It is a key value in Hispanic culture to protect and care for parents, grandparents, even aunts and uncles. It is no surprise to me that affluent Hispanic/Latino individuals are four times more likely than the general population to cite assisting aging parents as one of their most important financial goals. That is one finding of Merrill’s recent in-depth study, “Diverse Viewpoints: Exploring Wealth in the Hispanic/Latino Community.” In total, 8 million — or about 17% — of family caregivers in the U.S. are Hispanic/Latino, according to research from AARP.
“No one tells you that you have to take care of your parents. It is just what we do,” says Kenneth Correa, a managing director and market executive at Merrill, whose mother — now 71 — emigrated from South America as a young widow to raise her son alone.
“When you are taking care of your parents and your own kids, the margin of error is often small,” Correa adds. “That is why planning is critical, and the sooner you can start the better.” Working with an advisor, anyone who anticipates caring for elders as they age can begin to put a plan in place. Here are some steps you can take to get started:
Talk openly with family members
Bring your family members together to discuss how your parents or other aging family members want to be taken care of. Do it before anyone needs help, so that you can make thoughtful decisions, says Ben Storey, director of retirement thought leadership for Bank of America. Strongly encourage your parents to get a will and power of attorney if they do not already have one, as well as a health care and financial proxy to spell out who will make key medical and financial decisions if they can no longer do so themselves.
“And do not assume both parents have the same idea,” Storey says. “Hear everyone out and try to find common ground.” In addition to the legal documents, he suggests setting down in writing everyone’s shared responsibilities. Include a contingency plan in case the designated caregiver is not able to assume — or has to leave — the role.
Set savings goals and stick to them
“When you are focused on immediate financial needs, like caring for your parents, you can end up diverting funding from your future,” Storey notes. To help avoid that risk, you may want to set up two separate portfolios — one for your own retirement, one for your parents’.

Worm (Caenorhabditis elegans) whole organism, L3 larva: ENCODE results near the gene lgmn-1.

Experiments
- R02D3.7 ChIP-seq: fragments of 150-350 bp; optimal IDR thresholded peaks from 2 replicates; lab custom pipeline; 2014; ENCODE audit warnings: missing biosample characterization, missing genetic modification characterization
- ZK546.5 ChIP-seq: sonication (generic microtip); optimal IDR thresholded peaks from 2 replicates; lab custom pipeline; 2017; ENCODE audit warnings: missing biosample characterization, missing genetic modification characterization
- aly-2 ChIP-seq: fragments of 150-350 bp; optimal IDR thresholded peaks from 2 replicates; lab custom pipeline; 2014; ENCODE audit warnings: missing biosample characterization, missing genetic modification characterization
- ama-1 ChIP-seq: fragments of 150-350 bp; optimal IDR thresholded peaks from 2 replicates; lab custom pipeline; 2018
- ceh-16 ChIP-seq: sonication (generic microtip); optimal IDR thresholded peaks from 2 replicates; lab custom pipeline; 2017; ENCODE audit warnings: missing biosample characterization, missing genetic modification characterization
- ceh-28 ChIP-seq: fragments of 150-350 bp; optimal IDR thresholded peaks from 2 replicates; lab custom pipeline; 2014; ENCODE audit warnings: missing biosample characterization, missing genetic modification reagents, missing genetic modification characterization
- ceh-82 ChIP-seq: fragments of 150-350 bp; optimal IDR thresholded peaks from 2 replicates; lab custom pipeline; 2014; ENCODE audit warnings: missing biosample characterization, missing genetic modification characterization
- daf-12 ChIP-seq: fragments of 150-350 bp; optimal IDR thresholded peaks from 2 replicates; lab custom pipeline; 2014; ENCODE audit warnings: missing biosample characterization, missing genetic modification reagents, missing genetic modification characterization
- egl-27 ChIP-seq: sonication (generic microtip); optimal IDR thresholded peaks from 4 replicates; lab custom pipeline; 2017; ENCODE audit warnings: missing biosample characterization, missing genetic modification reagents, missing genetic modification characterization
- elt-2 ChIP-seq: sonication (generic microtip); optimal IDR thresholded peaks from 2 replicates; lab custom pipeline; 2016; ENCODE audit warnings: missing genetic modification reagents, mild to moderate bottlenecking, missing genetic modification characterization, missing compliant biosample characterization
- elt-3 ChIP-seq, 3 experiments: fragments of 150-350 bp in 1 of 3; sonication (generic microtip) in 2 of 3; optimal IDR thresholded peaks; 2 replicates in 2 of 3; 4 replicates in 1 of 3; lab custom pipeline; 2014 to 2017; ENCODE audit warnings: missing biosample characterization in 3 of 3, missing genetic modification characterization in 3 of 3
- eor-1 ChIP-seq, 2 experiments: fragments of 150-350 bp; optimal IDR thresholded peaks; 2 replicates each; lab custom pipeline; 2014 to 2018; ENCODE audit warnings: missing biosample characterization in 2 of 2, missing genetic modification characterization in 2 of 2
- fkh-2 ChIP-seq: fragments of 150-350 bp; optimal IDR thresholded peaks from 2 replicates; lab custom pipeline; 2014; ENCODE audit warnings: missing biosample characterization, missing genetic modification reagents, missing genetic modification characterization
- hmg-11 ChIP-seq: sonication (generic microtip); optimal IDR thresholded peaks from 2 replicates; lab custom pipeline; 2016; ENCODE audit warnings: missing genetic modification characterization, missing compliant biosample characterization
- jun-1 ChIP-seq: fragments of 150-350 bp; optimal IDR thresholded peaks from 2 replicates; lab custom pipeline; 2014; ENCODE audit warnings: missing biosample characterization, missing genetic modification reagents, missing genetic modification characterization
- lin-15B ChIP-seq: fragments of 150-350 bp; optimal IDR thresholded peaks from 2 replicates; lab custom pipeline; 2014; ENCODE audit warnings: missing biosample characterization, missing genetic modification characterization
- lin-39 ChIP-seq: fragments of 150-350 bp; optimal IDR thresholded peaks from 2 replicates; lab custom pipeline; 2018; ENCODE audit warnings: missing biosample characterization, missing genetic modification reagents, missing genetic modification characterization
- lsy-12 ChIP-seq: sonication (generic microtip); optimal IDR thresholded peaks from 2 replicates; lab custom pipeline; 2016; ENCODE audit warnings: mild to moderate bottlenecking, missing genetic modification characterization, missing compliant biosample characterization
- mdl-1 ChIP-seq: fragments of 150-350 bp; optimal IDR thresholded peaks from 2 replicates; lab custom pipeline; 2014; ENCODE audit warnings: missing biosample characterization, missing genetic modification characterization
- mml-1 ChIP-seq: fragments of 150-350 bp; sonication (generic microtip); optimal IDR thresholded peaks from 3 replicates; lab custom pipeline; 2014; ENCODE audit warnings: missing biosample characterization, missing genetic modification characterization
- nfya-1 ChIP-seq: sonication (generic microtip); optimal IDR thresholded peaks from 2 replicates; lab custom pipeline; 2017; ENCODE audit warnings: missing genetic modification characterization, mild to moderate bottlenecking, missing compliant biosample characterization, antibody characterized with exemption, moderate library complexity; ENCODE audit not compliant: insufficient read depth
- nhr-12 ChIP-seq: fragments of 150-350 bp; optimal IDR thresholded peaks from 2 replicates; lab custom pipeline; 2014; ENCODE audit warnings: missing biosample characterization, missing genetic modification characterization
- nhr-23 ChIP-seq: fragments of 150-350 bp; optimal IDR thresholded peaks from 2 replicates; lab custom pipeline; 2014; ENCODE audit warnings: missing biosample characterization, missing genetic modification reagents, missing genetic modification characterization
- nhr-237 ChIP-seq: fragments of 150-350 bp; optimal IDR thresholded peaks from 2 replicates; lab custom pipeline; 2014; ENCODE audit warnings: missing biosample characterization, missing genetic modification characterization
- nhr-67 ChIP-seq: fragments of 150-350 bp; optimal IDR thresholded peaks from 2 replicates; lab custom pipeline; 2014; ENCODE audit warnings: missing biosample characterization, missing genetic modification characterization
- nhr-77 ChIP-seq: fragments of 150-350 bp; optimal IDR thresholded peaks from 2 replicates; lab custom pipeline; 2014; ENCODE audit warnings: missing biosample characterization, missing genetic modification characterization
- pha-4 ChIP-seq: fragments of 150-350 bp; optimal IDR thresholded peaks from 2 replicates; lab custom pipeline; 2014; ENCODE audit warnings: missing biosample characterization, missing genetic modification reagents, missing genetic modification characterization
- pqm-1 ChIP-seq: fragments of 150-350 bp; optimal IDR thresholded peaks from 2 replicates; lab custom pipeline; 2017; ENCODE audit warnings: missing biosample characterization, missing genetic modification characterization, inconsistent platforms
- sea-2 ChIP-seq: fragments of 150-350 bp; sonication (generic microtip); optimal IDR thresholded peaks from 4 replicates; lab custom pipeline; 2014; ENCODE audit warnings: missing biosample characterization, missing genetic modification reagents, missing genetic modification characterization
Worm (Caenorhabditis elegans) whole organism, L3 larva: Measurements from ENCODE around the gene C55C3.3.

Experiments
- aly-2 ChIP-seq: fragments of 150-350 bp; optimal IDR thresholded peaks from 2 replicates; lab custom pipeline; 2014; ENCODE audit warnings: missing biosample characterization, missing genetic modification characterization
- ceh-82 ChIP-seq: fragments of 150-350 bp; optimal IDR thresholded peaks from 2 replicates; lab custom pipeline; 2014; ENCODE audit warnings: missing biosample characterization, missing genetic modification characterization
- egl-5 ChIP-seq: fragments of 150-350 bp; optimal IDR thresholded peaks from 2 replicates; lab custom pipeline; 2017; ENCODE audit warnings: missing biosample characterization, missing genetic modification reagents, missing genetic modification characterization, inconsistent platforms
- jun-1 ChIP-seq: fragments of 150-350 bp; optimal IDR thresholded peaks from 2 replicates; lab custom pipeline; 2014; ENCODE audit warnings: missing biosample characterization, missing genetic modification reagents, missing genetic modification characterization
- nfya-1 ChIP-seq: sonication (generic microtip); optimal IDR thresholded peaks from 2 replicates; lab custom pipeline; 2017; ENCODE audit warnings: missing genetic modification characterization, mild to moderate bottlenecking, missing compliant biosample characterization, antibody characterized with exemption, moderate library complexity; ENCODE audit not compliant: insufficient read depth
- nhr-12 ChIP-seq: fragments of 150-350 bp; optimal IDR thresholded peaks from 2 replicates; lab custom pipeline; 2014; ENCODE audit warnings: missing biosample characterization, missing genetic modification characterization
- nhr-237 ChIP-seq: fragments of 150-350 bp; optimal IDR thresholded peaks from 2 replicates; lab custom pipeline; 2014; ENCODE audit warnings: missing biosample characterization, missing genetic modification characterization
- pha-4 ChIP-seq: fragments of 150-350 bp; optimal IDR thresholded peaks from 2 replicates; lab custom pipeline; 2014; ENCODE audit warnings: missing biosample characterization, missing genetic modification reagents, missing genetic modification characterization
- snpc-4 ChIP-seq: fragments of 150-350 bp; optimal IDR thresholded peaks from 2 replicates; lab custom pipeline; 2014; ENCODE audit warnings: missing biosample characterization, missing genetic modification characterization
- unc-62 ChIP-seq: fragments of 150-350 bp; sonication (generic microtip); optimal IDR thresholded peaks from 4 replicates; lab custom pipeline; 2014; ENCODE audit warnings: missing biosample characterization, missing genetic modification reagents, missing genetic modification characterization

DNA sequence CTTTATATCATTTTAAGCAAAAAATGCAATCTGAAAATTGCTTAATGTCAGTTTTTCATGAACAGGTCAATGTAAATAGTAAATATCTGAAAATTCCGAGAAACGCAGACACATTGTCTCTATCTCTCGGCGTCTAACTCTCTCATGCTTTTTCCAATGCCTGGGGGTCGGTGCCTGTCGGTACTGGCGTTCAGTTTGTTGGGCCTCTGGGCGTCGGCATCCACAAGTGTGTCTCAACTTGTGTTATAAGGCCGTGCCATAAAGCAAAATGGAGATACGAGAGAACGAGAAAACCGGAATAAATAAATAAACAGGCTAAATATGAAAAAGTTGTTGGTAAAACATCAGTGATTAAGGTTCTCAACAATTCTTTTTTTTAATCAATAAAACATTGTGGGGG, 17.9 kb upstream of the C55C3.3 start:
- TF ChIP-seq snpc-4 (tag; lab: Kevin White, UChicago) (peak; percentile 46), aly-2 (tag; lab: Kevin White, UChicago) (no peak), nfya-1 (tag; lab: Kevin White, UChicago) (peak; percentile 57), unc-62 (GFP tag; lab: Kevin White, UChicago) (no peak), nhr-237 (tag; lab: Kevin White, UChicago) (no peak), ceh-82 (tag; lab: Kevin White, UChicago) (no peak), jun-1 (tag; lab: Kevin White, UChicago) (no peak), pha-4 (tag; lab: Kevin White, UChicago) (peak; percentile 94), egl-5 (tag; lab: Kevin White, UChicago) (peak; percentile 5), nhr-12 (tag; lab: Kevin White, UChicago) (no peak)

Consider long-term housing needs
“Many Hispanic/Latino families prefer having elderly parents move in with them rather than entering a care facility. That can require a bigger house,” Storey notes, or elder-friendly renovations to an existing home. Your advisor can help you prepare for the costs.
Looking after elders can put a disproportionate burden on women, who often wind up shouldering the bulk of in-home care, notes Cynthia Hutchins, director of financial gerontology at Bank of America. “Women sometimes wind up cutting back on work in order to manage elder care, which can affect their ability to advance in their career and save for retirement,” she notes. One answer for both men and women managing caregiving needs is hiring in-home help, but that can be expensive.
To make in-home care more affordable, consider pooling your resources. Having siblings or cousins contribute a set amount to a joint account every month can help. It can also save the designated bill-payer from having to go to everybody for a handout every time an invoice comes in.
While some families choose to have older relatives under the same roof, others may prefer providing them with a nearby house or apartment. That gives the parents a measure of independence while making it easier for you to help when needed. Make sure older relatives have a chance to express their preference.
Treasure all the special moments
Remember to treasure the special moments that happen when aging family members are an integral part of your life. When I think about Hispanic/Latino families, I think about the weekly ritual many have maintained for generations: Sunday lunch at the parents’ or grandparents’ house. It is a noisy gathering that includes siblings, everyone’s kids, aunts, uncles, cousins and so on. It is also a deeply reassuring tradition and one that generally does not end when one generation gets too old to host it. It simply shifts to someone else’s home.
Taking care of elders as they age is a continuation of that tradition in our culture. As Correa puts it, “Being able to help your elders is not just an obligation but a joy.”
For more information, contact Merrill Lynch Financial Advisor Jeffery D. Price of Price & Associates office at [email protected] or 817-410-4940.